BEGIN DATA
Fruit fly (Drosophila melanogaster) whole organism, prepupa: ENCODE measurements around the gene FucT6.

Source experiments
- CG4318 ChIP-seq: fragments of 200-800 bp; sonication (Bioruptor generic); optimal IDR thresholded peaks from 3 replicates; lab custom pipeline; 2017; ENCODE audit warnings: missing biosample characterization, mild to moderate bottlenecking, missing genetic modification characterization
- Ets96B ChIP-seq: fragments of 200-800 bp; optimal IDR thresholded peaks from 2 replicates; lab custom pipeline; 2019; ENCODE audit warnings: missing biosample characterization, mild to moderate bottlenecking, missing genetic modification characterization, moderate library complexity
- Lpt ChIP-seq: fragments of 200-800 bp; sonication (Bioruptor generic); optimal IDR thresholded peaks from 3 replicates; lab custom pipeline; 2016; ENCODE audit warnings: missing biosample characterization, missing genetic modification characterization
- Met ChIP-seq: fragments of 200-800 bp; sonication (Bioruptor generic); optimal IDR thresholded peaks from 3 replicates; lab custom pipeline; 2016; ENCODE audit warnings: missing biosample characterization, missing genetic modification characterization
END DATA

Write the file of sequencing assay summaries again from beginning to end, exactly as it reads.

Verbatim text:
Fruit fly (Drosophila melanogaster) whole organism, prepupa: ENCODE measurements around the gene FucT6.

Source experiments
- CG4318 ChIP-seq: fragments of 200-800 bp; sonication (Bioruptor generic); optimal IDR thresholded peaks from 3 replicates; lab custom pipeline; 2017; ENCODE audit warnings: missing biosample characterization, mild to moderate bottlenecking, missing genetic modification characterization
- Ets96B ChIP-seq: fragments of 200-800 bp; optimal IDR thresholded peaks from 2 replicates; lab custom pipeline; 2019; ENCODE audit warnings: missing biosample characterization, mild to moderate bottlenecking, missing genetic modification characterization, moderate library complexity
- Lpt ChIP-seq: fragments of 200-800 bp; sonication (Bioruptor generic); optimal IDR thresholded peaks from 3 replicates; lab custom pipeline; 2016; ENCODE audit warnings: missing biosample characterization, missing genetic modification characterization
- Met ChIP-seq: fragments of 200-800 bp; sonication (Bioruptor generic); optimal IDR thresholded peaks from 3 replicates; lab custom pipeline; 2016; ENCODE audit warnings: missing biosample characterization, missing genetic modification characterization